With the iMac Pro potent enough to embarrass the Mac Pro – and Apple’s “trash can” computer not likely to see an update until next year – one company has taken the obvious next step and harnessed multiple all-in-ones into a server farm. MacStadium made headlines back in 2013 with its unusual rack-mounted Mac Pro arrays, demonstrating that just because Apple’s form-factor is atypical, that doesn’t mean it couldn’t be chained together for some seriously heavy workloads.
Now, it’s doing the same with the iMac Pro. It’s early days yet – the design hasn’t been finalized, apparently, and the company is still working out the lingering details – but the concept is pretty straightforward. Rather than a server made up of traditional 1U and 2U workstations, a custom rig holds multiple iMac Pro instead.
“Our patent-pending sled design lets us load iMac Pros into enterprise racks with high density and redundancy (like our Mac Pros),” MacStadium says, “and our testing shows lightning fast builds.” Indeed, from the preview photos the company has shared, it looks like it can squeeze six iMac Pro into each “sled,” organized into three pairs. Each pair is set up display-to-display.
Since nobody will actually be using each individual display, at least not normally, it’s the most efficient way to package up six of the “most powerful Mac ever made” into a reasonably compact footprint. Exact details haven’t been shared, but from the photos it seems MacStadium has crafted a custom mount that attaches where the iMac Pro’s regular stand would usually connect. That then joins – via a hinge – to the pull-out tray on which all six computers sit.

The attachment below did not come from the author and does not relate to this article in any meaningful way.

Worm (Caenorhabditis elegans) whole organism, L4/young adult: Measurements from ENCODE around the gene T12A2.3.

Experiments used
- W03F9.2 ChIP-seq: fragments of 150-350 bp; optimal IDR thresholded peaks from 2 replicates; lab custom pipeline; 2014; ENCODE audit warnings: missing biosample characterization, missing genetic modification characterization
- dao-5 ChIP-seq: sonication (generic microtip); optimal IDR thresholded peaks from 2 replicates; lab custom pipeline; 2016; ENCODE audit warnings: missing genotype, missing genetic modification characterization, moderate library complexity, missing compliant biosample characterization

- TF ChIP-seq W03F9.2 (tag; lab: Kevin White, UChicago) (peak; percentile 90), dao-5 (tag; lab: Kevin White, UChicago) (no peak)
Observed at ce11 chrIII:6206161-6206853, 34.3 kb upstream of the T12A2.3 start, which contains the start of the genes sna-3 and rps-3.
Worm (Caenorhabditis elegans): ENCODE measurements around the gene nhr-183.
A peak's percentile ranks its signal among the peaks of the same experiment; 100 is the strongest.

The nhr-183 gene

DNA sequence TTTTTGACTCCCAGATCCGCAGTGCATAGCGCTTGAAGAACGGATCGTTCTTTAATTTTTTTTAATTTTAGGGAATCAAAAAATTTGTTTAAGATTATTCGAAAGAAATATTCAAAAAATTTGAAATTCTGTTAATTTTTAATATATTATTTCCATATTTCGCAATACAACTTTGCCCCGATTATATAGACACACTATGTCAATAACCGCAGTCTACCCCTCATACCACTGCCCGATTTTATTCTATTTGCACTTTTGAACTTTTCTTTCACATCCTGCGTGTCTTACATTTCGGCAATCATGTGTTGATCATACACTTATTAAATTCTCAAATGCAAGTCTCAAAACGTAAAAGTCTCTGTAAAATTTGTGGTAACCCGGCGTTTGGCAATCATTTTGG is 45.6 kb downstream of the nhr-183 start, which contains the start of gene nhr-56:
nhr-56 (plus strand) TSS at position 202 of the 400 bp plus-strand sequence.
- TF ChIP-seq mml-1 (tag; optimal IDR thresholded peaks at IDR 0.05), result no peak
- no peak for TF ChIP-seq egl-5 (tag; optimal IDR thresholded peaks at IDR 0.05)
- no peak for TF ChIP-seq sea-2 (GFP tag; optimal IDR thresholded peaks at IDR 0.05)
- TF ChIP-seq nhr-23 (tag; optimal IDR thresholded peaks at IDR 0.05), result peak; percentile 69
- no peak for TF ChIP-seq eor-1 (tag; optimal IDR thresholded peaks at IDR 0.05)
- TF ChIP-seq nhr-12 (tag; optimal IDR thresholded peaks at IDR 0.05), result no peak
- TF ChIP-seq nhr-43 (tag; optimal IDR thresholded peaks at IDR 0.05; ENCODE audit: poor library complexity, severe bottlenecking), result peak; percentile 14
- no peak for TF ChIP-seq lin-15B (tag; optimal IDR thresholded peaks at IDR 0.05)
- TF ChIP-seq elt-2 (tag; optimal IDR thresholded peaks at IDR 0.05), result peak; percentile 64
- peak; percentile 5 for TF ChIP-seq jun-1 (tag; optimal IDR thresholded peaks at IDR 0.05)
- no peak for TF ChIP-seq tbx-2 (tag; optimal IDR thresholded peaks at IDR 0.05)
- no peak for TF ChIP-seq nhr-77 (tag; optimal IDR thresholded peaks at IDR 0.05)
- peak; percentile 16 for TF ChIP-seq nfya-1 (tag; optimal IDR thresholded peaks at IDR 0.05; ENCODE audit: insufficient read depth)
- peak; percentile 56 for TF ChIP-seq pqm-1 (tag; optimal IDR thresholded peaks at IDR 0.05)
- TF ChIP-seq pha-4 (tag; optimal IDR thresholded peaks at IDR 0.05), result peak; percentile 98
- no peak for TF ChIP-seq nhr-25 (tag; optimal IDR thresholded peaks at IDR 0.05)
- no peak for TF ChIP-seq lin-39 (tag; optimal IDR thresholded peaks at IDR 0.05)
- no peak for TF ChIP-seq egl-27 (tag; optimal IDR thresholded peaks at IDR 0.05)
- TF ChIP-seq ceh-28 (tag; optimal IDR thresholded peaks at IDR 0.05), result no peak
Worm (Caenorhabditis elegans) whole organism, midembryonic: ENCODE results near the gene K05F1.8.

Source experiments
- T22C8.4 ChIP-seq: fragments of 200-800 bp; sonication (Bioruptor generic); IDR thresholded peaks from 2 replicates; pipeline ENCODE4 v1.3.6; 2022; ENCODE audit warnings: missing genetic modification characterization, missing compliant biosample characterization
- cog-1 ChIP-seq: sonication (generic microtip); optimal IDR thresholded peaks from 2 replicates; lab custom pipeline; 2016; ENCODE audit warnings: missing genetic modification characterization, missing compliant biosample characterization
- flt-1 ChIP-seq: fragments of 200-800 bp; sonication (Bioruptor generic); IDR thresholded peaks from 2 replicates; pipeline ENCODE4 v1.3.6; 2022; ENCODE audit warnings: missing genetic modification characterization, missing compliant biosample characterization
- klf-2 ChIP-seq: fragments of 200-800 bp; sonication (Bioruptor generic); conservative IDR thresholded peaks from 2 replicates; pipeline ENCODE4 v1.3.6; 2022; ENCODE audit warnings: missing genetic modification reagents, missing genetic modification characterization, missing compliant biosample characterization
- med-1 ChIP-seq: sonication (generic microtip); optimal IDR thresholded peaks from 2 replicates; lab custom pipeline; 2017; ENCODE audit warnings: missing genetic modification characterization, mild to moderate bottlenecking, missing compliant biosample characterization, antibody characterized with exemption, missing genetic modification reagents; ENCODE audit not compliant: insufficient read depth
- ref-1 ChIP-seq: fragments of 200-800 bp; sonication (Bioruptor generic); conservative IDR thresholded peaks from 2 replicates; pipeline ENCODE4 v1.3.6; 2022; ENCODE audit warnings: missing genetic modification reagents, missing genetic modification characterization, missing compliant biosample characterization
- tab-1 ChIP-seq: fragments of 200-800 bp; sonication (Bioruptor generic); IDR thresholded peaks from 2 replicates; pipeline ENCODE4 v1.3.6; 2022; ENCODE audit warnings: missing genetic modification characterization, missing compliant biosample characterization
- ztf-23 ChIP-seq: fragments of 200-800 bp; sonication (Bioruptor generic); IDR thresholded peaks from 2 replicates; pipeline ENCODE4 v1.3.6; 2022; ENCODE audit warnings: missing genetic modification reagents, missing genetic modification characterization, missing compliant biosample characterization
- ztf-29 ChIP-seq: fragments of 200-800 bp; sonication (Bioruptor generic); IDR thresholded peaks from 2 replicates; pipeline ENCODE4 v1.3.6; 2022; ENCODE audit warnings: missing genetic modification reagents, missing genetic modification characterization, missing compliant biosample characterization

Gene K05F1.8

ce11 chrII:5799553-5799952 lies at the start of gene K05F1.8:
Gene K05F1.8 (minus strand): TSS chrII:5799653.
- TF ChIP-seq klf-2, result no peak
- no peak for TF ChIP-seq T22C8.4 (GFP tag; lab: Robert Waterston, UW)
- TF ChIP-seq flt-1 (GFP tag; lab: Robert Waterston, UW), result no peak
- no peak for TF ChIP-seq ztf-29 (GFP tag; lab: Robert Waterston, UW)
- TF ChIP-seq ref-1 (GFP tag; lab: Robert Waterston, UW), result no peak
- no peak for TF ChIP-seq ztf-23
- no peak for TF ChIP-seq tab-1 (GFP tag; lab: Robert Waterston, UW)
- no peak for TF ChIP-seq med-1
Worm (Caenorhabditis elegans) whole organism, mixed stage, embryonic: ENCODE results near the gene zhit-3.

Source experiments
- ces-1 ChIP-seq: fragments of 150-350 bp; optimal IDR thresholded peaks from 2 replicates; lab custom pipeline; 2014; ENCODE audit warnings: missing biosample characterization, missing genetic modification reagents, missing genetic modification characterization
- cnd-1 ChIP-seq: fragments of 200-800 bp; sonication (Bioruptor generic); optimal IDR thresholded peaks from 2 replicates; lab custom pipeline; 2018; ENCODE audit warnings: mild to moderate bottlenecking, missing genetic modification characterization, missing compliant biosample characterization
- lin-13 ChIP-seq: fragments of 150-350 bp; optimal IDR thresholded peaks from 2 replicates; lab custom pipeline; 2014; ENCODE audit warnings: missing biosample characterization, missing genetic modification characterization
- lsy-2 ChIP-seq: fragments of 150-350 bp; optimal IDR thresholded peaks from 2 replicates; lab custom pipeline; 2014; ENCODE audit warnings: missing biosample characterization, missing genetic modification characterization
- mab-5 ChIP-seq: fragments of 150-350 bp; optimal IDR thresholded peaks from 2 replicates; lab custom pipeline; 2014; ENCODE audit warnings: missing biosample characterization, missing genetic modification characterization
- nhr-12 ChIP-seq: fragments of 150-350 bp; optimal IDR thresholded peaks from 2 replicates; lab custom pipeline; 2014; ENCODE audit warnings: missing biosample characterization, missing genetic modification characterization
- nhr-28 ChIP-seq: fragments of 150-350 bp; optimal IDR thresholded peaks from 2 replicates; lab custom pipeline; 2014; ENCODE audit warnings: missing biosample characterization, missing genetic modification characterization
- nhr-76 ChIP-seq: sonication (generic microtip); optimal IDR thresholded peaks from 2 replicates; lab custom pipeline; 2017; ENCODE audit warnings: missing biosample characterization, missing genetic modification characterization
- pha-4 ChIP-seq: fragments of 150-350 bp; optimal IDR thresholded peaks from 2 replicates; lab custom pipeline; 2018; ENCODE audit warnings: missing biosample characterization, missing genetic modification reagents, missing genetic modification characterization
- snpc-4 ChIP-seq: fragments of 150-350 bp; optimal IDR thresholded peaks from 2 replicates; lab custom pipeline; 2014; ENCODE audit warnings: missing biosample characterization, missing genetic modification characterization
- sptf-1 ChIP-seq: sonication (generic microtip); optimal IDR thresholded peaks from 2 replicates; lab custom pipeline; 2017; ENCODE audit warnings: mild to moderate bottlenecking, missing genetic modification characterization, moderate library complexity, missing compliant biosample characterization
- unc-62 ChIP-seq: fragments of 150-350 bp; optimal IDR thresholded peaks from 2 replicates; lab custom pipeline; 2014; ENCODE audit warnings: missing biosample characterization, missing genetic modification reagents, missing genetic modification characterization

It’s a clever solution from a company that has already demonstrated it has some imagination when it comes to irregularly-sized systems. MacStadium’s custom Mac Pro mounts tip the cylindrical computers on their side, locking them into a square chassis with a power supply and cooling. That then slides on a sled into a standard rack.
The challenge, of course, doesn’t stop at figuring out a neat way to build hardware into a server farm. Then you have to work out how to link it all up. In the case of the Mac Pro, MacStadium offers a rented array: you can basically develop for macOS on the computer as if it was local, but over an uncapped gigabit ethernet connection. We’re guessing MacStadium will be doing the same with the iMac Pro, offering a way to get the power of the all-in-one only without the not-inconsiderable outlay.
With even an entry-level example going for $4,999 – and a maxed-out iMac Pro coming in at over $13k – that’s a big consideration for those wanting to do macOS and iOS development on the latest hardware. MacStadium says it plans to open up its iMac Pro private cloud beta soon; no word yet on pricing.